FCC’s Gigabit Challenge – A Missed Opportunity 4 Years Too Late
On Friday, January 18, FCC Chairman Julius Genachowski issued his Gigabit Challenge – calling for at least one gigabit testbed community in all 50 states by 2015. It should be noted that this is simply a verbal challenge – not based on any type of regulatory policy or driven by any type of broadband stimulus funding. The FCC did state that it would actively engage with broadband providers and community leaders to help achieve this goal with plans to create a new online clearinghouse of best practices to collect and disseminate information about how to lower the costs and increase the speed of broadband deployment nationwide.
When I read this announcement, my first reaction was why didn’t the FCC do this as part of broadband stimulus? It seemed like the perfect opportunity to fund projects that could demonstrate the value of ultra-high speed networks.
In fact, Google as part of its reply comments to the FCC Notice of Inquiry “In the Matter of A National Broadband Plan for Our Future”, GN Docket No. 09-51 (Apr. 8, 2009), made the following recommendation:
“As one example, the Commission should select several U.S. communities as test beds for installing a minimum of 1 Gbps fiber connection to every residential household. By creating these test beds now, the agency can learn valuable lessons about the various technological and market challenges associated with such private sector deployments. These learnings in particular can foster greater understanding about where to place the appropriate dividing line between private sector and public sector support for build-outs of broadband plant. The test beds also can pave the way to establish loftier benchmarks for future fiber build-outs.”
This was nearly 4 years ago. Imagine what could have been.
Google was on the right track with its recommendation that the FCC should consider investing in test beds. The Department of Energy, as part of its Recovery Act funding, set aside $600M in grants for Smart Grid Demonstration projects.
The goals of the demonstration projects was to verify smart grid technology viability, quantify smart grid costs and benefits, and validate new smart grid business models, at a scale that can be readily adapted and replicated around the country. Additional, the demonstration projects would serve as models for other entities to readily adapt and replicate across the country and will serve a diverse cross section of regions, in order to be duplicated across the whole of the nation.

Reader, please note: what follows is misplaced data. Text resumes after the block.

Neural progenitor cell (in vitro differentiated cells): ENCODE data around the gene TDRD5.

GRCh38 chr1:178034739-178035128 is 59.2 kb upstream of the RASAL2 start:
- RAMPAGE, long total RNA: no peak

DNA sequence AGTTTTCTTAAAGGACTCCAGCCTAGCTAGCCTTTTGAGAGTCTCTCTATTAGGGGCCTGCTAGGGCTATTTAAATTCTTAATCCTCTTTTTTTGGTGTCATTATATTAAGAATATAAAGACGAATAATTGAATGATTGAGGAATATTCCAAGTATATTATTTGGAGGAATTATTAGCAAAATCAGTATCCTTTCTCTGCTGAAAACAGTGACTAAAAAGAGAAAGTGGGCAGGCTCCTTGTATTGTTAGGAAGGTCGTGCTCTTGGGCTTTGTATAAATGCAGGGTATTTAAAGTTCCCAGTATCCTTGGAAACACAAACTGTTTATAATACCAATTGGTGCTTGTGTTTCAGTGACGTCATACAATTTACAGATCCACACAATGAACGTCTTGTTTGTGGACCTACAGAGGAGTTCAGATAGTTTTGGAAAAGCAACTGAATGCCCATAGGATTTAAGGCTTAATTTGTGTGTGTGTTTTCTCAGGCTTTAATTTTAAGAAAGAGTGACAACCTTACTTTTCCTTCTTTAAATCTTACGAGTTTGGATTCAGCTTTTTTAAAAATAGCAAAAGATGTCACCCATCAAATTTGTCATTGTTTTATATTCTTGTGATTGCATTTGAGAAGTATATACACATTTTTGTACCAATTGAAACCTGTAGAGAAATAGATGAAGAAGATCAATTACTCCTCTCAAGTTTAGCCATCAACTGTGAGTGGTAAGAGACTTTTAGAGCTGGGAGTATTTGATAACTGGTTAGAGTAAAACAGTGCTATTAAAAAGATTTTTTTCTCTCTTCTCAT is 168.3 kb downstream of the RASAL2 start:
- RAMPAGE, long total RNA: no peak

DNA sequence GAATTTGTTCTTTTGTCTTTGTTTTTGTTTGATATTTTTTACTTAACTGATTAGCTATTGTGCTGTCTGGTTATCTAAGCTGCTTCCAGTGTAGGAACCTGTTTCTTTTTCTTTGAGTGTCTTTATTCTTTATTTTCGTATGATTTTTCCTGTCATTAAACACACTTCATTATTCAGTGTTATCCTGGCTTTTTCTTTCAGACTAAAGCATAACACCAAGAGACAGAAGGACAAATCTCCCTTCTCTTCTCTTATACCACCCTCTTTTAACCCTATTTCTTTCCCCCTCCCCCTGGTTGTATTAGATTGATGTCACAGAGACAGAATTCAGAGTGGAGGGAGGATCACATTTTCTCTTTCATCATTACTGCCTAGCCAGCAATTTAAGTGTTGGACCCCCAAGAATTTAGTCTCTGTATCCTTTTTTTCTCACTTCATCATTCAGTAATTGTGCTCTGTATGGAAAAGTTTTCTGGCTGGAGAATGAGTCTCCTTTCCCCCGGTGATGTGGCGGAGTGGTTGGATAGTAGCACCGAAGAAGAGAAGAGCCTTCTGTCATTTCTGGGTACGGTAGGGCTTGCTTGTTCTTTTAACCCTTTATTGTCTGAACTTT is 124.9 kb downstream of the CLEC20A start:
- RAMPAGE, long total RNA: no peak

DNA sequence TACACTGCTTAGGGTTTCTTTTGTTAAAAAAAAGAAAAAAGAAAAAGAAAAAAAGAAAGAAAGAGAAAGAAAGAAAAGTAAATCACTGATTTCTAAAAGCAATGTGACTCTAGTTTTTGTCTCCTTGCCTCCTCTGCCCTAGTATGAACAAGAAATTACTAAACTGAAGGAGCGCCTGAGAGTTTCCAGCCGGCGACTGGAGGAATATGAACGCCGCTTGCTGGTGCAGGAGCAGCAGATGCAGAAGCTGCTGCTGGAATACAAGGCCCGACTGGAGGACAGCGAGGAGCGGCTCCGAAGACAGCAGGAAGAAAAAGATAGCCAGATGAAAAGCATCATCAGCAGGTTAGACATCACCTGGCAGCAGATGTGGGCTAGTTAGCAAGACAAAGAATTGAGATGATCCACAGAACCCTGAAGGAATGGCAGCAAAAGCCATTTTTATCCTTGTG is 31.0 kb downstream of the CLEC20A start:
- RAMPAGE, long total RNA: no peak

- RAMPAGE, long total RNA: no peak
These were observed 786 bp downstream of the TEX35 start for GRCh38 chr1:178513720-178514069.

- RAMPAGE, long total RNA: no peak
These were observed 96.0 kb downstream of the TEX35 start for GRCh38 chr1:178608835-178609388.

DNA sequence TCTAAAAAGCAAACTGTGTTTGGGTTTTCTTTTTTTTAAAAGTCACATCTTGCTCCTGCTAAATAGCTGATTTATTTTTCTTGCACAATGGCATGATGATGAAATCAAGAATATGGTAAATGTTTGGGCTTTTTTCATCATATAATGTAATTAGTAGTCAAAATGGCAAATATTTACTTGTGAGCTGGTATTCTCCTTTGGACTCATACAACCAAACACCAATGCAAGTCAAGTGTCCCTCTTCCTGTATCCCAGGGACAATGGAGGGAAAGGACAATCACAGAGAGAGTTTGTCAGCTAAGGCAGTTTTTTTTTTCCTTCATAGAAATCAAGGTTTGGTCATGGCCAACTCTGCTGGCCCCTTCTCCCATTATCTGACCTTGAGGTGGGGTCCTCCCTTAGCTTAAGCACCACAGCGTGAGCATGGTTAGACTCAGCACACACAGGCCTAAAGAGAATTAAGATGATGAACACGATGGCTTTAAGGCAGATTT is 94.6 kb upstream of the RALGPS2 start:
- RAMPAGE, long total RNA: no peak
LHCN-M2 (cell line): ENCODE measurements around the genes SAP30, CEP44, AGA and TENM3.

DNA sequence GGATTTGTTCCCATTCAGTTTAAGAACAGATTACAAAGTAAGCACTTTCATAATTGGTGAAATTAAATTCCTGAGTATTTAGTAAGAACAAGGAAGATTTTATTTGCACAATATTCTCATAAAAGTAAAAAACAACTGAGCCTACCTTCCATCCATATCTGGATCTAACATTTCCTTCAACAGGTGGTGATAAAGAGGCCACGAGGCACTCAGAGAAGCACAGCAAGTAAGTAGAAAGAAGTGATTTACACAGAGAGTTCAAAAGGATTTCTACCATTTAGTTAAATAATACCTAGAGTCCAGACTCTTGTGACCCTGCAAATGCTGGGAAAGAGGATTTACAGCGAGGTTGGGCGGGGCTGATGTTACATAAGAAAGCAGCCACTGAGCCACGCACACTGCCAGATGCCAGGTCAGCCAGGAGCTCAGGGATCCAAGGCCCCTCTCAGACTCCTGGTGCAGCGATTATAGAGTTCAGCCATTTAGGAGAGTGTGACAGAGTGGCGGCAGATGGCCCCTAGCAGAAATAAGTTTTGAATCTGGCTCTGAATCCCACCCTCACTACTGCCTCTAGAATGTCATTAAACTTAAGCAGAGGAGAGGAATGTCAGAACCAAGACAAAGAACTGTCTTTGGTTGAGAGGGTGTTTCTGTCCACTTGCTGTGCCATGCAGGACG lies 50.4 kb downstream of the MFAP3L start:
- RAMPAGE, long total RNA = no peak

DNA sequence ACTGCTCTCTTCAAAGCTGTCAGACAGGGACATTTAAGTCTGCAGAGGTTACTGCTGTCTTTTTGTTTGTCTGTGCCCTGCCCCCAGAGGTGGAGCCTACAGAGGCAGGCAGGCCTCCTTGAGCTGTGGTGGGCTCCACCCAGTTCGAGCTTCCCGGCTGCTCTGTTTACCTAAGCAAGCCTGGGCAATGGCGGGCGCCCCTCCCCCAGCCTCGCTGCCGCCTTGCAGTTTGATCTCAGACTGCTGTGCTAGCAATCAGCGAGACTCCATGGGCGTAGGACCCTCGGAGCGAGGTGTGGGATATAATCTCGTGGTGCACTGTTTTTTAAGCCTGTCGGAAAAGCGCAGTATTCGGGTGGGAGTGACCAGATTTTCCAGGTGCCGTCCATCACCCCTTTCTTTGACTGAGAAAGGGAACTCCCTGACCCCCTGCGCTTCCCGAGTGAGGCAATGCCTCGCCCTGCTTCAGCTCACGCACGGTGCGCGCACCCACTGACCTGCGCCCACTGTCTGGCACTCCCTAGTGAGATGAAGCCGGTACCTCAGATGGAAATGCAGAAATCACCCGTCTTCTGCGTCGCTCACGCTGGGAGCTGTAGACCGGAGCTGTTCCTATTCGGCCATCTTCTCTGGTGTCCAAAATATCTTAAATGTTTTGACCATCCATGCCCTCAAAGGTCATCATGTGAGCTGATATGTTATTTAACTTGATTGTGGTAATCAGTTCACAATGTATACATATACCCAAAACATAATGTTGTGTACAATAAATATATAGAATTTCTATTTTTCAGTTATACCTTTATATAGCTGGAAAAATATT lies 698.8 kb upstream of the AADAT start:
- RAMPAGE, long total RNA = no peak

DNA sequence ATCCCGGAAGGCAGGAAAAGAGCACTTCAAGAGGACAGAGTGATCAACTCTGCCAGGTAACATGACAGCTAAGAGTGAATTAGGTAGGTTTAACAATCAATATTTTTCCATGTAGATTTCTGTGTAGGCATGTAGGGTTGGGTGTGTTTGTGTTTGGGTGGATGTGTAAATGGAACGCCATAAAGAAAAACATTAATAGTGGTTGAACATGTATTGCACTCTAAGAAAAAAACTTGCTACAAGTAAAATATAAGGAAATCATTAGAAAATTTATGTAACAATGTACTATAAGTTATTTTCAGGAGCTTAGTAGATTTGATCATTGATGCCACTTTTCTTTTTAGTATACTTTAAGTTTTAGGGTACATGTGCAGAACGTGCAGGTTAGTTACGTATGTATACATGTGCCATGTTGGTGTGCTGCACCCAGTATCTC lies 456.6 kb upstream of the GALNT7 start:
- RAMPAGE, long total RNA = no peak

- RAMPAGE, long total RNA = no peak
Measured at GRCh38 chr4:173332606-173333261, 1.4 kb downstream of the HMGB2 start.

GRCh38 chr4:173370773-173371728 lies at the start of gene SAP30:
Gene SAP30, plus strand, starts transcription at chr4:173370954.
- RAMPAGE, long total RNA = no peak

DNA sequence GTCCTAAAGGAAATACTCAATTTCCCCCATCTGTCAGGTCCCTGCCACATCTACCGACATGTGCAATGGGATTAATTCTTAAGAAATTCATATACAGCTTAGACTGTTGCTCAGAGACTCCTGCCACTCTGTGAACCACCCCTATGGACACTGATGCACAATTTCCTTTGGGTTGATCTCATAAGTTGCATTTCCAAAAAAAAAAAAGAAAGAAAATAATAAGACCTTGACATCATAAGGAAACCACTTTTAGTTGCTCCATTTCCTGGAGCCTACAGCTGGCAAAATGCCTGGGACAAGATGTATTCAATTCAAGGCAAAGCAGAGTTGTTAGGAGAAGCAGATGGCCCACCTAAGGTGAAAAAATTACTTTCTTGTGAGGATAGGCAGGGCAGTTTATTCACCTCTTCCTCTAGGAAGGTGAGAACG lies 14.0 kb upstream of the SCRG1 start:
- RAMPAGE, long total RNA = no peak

Again, imagine what could have been.
Another potential roadblock to this challenge is regulatory. As it stands, we have 19 states, in which assorted state laws prevent smaller communities – namely municipalities and/or local governments from offering telecommunication services or severely limiting their ability to do so.
While Chairmen Genachowski likes to highlight Chattanooga, Bristol and Lafayette, Louisiana as progressive markets – he failed to acknowledge the difficulties and challenges these markets faced from the incumbent operators – who tried everything to stop these networks. Not to mention the changes in state legislature that have been put in place in some of markets to make sure no other entity does the same. Does UTOPIA ring a bell?
Fix this issue alone and you will likely see more communities choose to build out their own networks – and gigabit networks at that.
Undoubtedly there are many communities that crave better broadband infrastructure – given the 1,100 that applied to become a Google Fiber test bed – but what made Google Fiber so attractive was the fact that someone else was footing the bill.
In reality, even without regulatory roadblocks, many of these municipalities simply cannot afford to build out there own infrastructure – not even as a test bed.
And while I agree with his statement that “the US needs a critical mass of gigabit communities nationwide so that innovators can develop next-generation applications and services that will drive economic growth and global competitiveness.” My concern is that these gigabit communities will be the same ones already enjoying advanced broadband services, leaving smaller markets further behind.
If the FCC really wants to issue a challenge – then I would like to see loftier goals – such as 50,000 1Gbps subscribers per state by 20xx and I would like to see the FCC continue to help the smaller communities become a part of this challenge.
Perhaps the FCC should take some of that unused Broadband Stimulus Funding and put together a program that lets communities bid for the opportunity to become a Gigabit test bed and hopefully these communities will have picked up a few tips from Google on how to generate demand to guarantee success.